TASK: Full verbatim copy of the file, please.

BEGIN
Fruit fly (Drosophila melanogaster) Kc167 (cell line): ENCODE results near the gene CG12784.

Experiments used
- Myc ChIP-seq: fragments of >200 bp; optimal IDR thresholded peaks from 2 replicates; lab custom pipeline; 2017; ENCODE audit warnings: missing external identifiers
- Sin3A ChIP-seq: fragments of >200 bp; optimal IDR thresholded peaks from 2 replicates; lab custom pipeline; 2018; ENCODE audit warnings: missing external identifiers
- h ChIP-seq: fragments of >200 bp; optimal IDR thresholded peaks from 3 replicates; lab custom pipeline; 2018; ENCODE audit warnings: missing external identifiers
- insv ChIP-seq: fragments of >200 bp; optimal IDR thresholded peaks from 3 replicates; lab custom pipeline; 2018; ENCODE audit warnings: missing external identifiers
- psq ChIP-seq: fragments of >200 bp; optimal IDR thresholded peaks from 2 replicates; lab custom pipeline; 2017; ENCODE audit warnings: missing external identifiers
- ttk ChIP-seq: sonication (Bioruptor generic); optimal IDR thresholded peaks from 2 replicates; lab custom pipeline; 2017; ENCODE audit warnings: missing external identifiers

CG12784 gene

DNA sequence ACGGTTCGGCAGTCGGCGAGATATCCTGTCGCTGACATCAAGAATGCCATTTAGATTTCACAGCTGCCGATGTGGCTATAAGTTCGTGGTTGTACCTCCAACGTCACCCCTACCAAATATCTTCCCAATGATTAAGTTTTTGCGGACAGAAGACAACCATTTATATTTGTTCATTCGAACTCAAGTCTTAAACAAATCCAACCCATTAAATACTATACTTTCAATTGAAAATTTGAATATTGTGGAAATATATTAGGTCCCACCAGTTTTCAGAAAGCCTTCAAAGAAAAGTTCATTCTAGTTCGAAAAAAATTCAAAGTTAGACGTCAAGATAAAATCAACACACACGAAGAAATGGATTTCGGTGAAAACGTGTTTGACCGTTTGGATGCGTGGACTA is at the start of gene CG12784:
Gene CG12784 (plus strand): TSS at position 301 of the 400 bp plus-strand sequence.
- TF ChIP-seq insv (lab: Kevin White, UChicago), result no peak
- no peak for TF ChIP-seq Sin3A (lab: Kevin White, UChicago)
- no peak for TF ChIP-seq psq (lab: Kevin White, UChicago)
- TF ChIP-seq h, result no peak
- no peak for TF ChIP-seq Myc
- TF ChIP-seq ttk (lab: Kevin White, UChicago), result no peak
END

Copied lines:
Fruit fly (Drosophila melanogaster) Kc167 (cell line): ENCODE results near the gene CG12784.

Experiments used
- Myc ChIP-seq: fragments of >200 bp; optimal IDR thresholded peaks from 2 replicates; lab custom pipeline; 2017; ENCODE audit warnings: missing external identifiers
- Sin3A ChIP-seq: fragments of >200 bp; optimal IDR thresholded peaks from 2 replicates; lab custom pipeline; 2018; ENCODE audit warnings: missing external identifiers
- h ChIP-seq: fragments of >200 bp; optimal IDR thresholded peaks from 3 replicates; lab custom pipeline; 2018; ENCODE audit warnings: missing external identifiers
- insv ChIP-seq: fragments of >200 bp; optimal IDR thresholded peaks from 3 replicates; lab custom pipeline; 2018; ENCODE audit warnings: missing external identifiers
- psq ChIP-seq: fragments of >200 bp; optimal IDR thresholded peaks from 2 replicates; lab custom pipeline; 2017; ENCODE audit warnings: missing external identifiers
- ttk ChIP-seq: sonication (Bioruptor generic); optimal IDR thresholded peaks from 2 replicates; lab custom pipeline; 2017; ENCODE audit warnings: missing external identifiers

CG12784 gene

DNA sequence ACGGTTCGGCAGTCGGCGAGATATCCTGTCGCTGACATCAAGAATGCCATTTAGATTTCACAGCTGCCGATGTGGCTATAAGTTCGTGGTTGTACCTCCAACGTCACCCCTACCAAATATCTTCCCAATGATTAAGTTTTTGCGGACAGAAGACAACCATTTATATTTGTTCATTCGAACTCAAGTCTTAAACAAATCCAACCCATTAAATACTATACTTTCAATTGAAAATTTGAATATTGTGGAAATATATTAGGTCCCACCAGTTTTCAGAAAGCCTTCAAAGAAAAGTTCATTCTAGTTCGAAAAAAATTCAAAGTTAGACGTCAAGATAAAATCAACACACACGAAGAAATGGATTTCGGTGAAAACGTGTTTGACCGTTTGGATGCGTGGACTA is at the start of gene CG12784:
Gene CG12784 (plus strand): TSS at position 301 of the 400 bp plus-strand sequence.
- TF ChIP-seq insv (lab: Kevin White, UChicago), result no peak
- no peak for TF ChIP-seq Sin3A (lab: Kevin White, UChicago)
- no peak for TF ChIP-seq psq (lab: Kevin White, UChicago)
- TF ChIP-seq h, result no peak
- no peak for TF ChIP-seq Myc
- TF ChIP-seq ttk (lab: Kevin White, UChicago), result no peak